The narrator is recalling events that happened on only one occasion and instantaneously. Why does she use the imperfect?
Reading C1, Listening or Seeing C1
It's the narrative imperfect. There's a good explanation here, but I don't know if this link will work for you:
If not, try googling "narrative imperfect", "imparfait narratif", "imparfait historique" etc.
It seems to me that the narrator is recalling what they "used to do" and that is why the imparfait is appropriate?
This is my take on the text -- hope you agree?
I agree with Jim. The narrator is describing a habitual situation in the past, hence the imperfect tense.
You would think so, but this is the story of the standout Christmas of her childhood, her vivid memory of catching sight of and tearing open the best present she ever got. It's almost the point of the tale that the events of that morning have no parallel in her memory.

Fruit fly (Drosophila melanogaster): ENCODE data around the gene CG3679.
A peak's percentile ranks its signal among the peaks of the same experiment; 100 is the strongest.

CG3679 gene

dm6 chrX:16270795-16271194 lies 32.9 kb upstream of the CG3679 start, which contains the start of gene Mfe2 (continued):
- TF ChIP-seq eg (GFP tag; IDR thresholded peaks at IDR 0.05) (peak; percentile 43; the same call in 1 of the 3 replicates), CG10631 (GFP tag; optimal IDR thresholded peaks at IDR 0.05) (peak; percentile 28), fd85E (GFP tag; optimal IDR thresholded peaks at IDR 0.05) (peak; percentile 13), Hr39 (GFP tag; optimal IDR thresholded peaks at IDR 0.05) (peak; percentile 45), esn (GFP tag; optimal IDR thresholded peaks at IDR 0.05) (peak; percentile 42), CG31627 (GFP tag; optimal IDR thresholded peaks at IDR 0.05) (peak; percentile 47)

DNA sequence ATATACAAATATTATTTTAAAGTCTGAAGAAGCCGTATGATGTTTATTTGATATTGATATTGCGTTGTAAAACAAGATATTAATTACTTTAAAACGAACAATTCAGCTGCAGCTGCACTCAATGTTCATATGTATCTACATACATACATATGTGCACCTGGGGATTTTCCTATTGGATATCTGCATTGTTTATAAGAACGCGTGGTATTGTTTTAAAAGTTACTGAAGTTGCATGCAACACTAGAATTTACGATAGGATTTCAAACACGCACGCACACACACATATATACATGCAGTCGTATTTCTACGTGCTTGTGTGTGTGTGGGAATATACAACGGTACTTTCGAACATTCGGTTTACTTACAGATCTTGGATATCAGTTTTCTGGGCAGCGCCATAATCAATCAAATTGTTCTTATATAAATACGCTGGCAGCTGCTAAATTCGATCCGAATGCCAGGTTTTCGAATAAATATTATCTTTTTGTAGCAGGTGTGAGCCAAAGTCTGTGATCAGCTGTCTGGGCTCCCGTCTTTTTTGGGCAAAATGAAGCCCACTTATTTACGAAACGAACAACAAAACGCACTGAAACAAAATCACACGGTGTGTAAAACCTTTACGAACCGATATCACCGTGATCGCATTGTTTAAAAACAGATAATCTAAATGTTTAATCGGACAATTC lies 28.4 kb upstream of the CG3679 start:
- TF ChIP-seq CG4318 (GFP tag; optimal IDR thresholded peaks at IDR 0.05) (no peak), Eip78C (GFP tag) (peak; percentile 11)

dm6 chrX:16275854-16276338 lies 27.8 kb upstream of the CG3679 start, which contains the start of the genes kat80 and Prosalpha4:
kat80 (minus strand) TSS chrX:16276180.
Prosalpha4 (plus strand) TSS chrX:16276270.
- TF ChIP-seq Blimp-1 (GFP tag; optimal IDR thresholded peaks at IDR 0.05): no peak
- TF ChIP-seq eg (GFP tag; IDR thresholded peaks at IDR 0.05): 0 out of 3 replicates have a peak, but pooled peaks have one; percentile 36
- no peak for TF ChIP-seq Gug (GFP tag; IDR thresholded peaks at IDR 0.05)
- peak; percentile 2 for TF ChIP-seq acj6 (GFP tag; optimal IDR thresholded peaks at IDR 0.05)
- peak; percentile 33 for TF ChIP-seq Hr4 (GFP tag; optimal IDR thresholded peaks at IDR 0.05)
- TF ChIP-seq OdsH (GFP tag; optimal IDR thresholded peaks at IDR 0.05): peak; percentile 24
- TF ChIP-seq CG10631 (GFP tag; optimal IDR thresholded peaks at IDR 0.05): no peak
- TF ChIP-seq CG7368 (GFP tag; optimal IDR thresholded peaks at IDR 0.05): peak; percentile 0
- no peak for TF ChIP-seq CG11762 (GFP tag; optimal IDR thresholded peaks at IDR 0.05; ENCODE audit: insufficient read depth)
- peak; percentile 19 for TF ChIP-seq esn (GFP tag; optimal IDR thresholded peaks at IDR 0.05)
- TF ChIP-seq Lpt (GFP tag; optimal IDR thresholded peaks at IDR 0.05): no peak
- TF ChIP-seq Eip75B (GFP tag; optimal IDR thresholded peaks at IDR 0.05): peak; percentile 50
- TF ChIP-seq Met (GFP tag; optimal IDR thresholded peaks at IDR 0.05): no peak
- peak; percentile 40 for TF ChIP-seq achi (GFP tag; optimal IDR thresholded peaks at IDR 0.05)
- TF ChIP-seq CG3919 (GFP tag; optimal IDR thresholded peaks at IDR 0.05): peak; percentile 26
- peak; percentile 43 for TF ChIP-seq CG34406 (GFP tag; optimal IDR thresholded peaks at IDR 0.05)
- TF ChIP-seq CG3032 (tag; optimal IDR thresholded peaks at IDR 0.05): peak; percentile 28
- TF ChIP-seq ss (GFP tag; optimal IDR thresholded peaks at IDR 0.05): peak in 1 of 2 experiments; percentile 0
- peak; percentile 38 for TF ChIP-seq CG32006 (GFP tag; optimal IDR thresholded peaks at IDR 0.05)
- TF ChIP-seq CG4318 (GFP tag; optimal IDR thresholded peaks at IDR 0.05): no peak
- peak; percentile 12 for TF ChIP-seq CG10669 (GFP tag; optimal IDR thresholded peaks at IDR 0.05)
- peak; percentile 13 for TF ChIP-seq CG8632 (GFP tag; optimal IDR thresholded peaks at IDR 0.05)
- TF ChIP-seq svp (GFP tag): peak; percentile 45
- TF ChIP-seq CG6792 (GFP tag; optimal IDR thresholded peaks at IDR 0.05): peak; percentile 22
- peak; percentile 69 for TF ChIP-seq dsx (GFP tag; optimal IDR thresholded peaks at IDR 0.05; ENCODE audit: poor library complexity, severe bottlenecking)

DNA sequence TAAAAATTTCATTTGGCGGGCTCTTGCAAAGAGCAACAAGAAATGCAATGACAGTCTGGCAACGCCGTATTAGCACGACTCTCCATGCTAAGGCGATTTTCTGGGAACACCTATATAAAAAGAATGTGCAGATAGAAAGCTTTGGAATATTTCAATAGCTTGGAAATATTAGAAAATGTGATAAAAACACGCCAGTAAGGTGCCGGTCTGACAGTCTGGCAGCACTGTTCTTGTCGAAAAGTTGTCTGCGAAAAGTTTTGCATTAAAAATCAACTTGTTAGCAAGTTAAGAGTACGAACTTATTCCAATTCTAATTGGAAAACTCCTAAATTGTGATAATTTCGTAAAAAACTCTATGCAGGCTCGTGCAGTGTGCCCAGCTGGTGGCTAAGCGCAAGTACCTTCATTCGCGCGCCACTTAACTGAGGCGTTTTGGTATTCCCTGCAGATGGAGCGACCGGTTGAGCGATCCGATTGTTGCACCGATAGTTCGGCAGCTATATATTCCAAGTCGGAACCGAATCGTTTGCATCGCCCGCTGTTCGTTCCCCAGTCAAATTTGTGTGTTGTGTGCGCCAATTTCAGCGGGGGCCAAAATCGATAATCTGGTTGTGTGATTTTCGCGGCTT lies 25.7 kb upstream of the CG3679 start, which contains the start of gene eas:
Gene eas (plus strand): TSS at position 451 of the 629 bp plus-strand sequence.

I get your point, but what is going on in this person's mind is an enduring memory of a past event.
How would you want to express this? Is it a completed action?
I remain of the opinion that imparfait is appropriate - not for the reason that I first suggested (repeated past action - used to) but to deal with your very valid argument -- enduring memory.
It will be interesting to read the input of others here, but this is how I see it.
Thank you Jim. It seems your instinct is correct. I think Alan's link explains why.
Bonne journée !
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